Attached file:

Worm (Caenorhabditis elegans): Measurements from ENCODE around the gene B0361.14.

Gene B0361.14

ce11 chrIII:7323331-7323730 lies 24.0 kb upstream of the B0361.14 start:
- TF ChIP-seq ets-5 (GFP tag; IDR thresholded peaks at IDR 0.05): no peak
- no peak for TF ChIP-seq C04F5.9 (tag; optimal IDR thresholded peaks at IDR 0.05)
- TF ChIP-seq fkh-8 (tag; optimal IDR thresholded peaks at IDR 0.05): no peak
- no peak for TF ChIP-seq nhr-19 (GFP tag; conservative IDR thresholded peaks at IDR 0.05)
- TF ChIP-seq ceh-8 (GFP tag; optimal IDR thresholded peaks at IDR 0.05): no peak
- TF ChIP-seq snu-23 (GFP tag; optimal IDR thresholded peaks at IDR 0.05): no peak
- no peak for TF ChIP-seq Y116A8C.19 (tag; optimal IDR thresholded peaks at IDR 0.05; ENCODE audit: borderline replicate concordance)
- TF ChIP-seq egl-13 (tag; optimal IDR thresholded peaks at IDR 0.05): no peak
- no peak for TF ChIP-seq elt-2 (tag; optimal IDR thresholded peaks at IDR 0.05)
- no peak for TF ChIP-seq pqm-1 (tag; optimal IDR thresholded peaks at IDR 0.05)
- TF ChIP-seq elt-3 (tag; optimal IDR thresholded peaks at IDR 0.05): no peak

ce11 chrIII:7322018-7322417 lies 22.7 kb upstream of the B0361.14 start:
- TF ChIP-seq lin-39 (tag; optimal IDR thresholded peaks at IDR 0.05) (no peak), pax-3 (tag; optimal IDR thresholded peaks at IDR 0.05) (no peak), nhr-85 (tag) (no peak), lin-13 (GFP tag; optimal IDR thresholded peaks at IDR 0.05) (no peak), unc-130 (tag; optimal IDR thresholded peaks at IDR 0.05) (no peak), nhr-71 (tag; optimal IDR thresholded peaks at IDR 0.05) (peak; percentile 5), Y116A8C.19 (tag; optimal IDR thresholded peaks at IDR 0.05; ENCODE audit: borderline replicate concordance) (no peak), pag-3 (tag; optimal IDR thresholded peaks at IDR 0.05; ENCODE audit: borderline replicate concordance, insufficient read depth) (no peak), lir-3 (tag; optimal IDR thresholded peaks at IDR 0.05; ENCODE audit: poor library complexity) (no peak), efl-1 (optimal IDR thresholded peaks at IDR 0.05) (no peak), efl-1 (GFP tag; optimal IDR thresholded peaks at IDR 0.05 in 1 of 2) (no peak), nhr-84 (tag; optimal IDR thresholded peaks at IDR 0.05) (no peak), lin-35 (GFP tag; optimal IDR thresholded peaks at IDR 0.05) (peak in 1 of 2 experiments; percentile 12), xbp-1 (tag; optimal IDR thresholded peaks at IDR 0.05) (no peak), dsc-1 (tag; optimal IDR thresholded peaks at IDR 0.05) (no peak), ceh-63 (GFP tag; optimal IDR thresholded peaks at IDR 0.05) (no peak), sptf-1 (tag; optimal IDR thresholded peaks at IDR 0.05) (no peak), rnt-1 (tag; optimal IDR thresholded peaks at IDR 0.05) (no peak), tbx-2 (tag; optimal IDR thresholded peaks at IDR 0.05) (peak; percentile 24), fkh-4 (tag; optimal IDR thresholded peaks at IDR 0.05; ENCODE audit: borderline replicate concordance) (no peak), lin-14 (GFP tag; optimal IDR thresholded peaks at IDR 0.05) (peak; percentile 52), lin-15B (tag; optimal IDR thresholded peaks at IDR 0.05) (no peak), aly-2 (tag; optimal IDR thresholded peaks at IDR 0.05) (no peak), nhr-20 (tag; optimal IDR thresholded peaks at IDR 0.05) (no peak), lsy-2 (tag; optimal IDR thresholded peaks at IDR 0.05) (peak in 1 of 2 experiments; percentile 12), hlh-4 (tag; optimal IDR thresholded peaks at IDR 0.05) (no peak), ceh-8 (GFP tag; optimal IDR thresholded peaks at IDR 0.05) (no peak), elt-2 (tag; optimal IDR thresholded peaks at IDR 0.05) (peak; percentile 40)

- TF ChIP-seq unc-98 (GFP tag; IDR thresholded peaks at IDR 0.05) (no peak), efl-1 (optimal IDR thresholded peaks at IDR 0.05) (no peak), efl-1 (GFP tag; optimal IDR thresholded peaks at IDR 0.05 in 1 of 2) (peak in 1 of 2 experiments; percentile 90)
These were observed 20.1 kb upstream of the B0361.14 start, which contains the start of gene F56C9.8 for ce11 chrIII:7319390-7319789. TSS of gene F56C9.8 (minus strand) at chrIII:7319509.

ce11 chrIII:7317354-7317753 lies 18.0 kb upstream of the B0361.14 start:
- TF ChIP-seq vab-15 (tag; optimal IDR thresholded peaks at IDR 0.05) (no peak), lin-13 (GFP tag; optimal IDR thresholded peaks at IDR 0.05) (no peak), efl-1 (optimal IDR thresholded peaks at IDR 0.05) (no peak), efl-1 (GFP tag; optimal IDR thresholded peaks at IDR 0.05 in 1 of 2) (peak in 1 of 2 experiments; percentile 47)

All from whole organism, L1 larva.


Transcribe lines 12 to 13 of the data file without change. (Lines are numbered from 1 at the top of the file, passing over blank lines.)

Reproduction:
- no peak for TF ChIP-seq elt-2 (tag; optimal IDR thresholded peaks at IDR 0.05)
- no peak for TF ChIP-seq pqm-1 (tag; optimal IDR thresholded peaks at IDR 0.05)